Nearly every Wednesday night, Toronto resident Emily Marshall opens up her home to friends and strangers alike.
You need not let her know you’re coming. There’s no need to bring anything, and there’s no charge at the door.
In fact, there’s no barrier to entry at all.
By 7 p.m., the house is filled with Torontonians from all walks of life, their only commonality being a curiosity or passion for the practice of meditation.
Marshall came to meditation later in life, after a family hardship sent her on a search for spiritual fulfillment.
“I grew up in Forest Hill, in a very affluent home,” explains Marshall. “I was living a carefree life, wanting for very little.”
But by her teenage years, Marshall’s father had developed a drinking problem, and it soon led to bankruptcy and the divorce of her parents.
“All of a sudden, I realized that the happiness I had obtained — mostly from a materialistic lifestyle — wasn’t always going to be there.” Says Marshall, “Everything that I thought would bring me joy just fell away.”
Marshall set out to find that stability elsewhere. She travelled the world, living in an ashram for a year, and a remote cabin in British Columbia. She studied abroad. She followed her heart in and out of relationships. But no city and no partner brought her the comfort and contentment she desired. She knew that she needed to find fulfillment from within.
“I was back in Toronto for work, and saw a sign for a free meditation class,” she recalls. “The class was intriguing, and at the end, I was invited to one of Meditation Toronto’s Sunday evening events.”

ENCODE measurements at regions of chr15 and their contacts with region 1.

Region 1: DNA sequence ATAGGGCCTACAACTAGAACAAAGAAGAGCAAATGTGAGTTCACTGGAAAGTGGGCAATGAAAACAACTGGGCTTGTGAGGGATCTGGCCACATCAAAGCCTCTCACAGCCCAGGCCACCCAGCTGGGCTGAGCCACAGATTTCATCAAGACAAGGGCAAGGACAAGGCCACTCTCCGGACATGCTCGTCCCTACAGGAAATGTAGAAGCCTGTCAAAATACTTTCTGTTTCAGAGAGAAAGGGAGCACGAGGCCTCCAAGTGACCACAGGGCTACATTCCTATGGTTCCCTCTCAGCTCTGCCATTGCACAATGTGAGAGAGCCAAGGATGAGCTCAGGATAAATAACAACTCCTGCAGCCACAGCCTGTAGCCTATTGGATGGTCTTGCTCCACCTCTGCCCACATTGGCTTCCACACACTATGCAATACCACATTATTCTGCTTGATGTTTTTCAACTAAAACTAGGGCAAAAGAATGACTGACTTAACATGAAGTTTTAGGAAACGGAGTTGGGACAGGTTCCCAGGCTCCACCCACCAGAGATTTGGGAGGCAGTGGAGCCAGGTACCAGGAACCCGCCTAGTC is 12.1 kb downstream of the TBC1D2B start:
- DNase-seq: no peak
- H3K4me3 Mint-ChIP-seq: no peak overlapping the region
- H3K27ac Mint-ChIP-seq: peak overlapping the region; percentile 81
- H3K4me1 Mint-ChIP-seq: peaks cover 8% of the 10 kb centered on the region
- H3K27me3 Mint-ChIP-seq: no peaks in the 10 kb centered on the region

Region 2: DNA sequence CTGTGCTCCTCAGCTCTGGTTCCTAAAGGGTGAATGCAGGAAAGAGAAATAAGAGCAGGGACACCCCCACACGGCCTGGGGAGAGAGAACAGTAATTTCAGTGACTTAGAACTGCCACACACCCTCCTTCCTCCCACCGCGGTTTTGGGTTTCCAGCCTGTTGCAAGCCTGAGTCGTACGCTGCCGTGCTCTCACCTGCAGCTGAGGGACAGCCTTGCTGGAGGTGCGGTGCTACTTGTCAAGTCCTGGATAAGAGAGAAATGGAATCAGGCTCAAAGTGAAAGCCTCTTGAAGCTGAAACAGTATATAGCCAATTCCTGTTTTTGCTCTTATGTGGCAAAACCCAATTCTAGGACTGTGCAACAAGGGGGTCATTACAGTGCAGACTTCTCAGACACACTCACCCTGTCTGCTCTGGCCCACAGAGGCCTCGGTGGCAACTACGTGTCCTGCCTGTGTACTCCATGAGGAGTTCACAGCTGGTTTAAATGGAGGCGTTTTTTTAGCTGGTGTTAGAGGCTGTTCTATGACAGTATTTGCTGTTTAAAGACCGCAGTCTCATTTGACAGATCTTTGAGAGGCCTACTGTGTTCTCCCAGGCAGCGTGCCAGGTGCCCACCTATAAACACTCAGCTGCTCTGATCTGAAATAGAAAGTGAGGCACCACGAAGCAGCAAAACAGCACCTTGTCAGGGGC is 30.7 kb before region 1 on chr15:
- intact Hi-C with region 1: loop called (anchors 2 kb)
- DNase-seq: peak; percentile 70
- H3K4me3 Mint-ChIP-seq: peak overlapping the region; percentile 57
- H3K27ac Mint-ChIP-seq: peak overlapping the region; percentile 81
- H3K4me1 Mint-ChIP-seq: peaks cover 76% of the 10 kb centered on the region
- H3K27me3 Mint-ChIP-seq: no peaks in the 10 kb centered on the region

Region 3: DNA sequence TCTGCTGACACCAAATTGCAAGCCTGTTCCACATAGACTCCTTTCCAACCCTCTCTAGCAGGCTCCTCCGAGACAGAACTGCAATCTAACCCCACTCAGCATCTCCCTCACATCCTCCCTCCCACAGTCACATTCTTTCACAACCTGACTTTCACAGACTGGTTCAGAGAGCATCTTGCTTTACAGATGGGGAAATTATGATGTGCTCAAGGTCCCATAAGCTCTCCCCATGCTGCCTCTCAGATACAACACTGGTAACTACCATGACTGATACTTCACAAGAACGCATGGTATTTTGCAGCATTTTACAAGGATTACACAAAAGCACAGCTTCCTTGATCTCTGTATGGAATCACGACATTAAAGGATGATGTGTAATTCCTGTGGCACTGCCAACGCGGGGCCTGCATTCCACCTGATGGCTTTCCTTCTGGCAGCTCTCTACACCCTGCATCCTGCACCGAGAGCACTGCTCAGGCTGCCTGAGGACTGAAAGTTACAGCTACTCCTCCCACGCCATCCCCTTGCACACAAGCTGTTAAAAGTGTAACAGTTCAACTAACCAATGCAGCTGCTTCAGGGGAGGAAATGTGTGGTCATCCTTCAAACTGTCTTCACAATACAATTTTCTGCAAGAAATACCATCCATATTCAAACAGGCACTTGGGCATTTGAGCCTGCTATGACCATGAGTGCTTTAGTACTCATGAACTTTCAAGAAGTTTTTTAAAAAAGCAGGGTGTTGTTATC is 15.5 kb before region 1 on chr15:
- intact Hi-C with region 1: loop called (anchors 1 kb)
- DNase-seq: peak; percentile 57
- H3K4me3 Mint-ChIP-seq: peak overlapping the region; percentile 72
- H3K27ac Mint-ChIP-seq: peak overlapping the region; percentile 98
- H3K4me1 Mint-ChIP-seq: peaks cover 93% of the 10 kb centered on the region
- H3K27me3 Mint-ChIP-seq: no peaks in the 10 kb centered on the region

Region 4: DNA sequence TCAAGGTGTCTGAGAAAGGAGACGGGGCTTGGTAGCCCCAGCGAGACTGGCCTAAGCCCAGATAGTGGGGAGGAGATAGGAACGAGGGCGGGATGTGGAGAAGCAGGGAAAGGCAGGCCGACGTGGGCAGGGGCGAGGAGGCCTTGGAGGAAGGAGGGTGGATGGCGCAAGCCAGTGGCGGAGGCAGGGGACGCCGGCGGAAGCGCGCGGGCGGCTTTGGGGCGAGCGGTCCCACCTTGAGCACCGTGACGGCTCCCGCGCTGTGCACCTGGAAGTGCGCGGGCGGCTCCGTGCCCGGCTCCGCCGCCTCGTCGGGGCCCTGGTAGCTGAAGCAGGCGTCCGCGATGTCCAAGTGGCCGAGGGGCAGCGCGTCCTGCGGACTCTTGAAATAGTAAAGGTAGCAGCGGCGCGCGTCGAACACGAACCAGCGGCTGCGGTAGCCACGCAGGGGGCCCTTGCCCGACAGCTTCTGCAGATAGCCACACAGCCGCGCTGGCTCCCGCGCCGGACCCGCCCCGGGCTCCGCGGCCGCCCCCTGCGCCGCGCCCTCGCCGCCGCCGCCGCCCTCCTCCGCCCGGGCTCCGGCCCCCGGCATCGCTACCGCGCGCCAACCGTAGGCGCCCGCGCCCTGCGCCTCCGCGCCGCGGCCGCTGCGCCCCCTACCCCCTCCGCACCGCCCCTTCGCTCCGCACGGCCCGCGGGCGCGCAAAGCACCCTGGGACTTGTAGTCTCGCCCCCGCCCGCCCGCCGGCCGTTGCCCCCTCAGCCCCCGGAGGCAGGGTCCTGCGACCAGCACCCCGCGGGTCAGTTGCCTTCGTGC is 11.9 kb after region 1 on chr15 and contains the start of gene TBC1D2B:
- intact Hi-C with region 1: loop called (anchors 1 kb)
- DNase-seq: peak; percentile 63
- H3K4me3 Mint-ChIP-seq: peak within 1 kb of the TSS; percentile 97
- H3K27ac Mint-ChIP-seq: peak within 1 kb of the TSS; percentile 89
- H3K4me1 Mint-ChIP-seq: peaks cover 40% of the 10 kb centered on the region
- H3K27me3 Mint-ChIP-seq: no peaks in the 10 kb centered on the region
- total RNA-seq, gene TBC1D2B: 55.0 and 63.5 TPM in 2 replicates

Meditation Toronto is a volunteer-run group that has taught and hosted meditation classes in the GTA for over twenty years. Their Sunday evening gathering at Trinity-St. Paul’s Church is free of charge and attracts upwards of sixty people.
“It was so beautiful,” says Marshall. “Seeing this community come together to share in breathing meditations and chant mantras, all set to live music. It was an incredible experience, with the added bonus of a delicious vegetarian meal!”
Marshall is quick to mention that Meditation Toronto is not affiliated with any religious organization although the mantras are spiritual sound vibrations that are sacred and incredibly powerful.
Shortly after her first Sunday evening gathering, Marshall attended a Wednesday night meditation session at the home of Madhavendra, one of the organizers of Meditation Toronto.
She recalls, “As we began to chant, in that warm and welcoming home environment, all of the ache and heaviness that I’d felt for years was lifted…lifted by the mantras and this family of kindred spirits. As I began to deepen my own practice, I was even able to repair the relationships in my own family.”
As Marshall continued to meditate at home, she began to feel more and more connected: not just to this kindred community, but also to herself. Feelings of envy and anxiety began to fade, and she couldn’t help but feel a sense of arrival.
“I decided to begin hosting the Wednesday evening sessions,” Marshall shares. “So now we gather at 7 p.m., in my home in Trinity/Bellwoods. We do a series of mantra meditations, with some lovely musical accompaniment. I serve tea and dessert and then we all watch a video on spirituality. It’s such a nourishing, connective evening.”
It took a number of years for Emily Marshall to find a sense of home and community again. But she has found both through meditation, and on Wednesday evenings, we are all invited to share in that with her.